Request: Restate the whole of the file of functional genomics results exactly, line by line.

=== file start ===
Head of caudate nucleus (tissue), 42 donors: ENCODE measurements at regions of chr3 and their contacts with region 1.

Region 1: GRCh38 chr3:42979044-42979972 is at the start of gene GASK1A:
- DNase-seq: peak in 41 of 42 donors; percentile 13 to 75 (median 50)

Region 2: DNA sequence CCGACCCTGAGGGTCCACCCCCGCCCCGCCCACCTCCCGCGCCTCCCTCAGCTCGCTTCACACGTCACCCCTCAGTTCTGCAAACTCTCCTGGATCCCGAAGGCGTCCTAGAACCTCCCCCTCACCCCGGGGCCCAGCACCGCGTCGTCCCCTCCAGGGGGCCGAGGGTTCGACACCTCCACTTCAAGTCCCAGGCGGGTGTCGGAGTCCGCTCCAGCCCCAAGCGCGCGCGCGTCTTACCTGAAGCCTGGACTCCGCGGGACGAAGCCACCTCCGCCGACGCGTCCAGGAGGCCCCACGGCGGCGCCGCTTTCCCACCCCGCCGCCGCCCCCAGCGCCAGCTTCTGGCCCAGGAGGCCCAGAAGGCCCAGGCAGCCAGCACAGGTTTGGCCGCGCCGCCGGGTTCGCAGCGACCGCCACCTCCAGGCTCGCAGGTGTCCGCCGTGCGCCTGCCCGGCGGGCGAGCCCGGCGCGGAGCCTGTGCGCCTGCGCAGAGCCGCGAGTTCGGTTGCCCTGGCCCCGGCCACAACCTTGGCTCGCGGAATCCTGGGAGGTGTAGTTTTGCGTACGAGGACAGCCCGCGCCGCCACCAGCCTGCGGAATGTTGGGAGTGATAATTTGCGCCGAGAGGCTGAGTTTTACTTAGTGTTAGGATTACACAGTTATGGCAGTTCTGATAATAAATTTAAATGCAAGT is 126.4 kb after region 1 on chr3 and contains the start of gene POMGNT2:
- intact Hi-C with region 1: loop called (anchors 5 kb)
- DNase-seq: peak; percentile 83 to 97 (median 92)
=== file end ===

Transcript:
Head of caudate nucleus (tissue), 42 donors: ENCODE measurements at regions of chr3 and their contacts with region 1.

Region 1: GRCh38 chr3:42979044-42979972 is at the start of gene GASK1A:
- DNase-seq: peak in 41 of 42 donors; percentile 13 to 75 (median 50)

Region 2: DNA sequence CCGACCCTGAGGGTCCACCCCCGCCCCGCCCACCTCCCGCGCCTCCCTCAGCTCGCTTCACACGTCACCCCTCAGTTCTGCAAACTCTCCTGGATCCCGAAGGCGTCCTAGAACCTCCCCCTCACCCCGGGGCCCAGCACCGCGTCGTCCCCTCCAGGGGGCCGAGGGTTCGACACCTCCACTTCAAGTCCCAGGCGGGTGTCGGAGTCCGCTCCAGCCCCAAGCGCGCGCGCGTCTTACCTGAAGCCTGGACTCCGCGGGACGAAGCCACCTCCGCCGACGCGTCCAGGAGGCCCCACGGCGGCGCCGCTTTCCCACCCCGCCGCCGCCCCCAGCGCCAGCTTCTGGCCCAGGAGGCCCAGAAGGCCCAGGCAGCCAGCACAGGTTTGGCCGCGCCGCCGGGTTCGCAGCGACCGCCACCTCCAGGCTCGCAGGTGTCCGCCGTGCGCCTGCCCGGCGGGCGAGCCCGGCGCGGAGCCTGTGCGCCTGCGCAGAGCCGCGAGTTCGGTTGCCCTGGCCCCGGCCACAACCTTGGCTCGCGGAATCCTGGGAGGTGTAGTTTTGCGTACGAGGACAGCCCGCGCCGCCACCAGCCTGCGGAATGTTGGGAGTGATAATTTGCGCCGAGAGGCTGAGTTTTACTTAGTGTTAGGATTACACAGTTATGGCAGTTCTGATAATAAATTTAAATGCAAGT is 126.4 kb after region 1 on chr3 and contains the start of gene POMGNT2:
- intact Hi-C with region 1: loop called (anchors 5 kb)
- DNase-seq: peak; percentile 83 to 97 (median 92)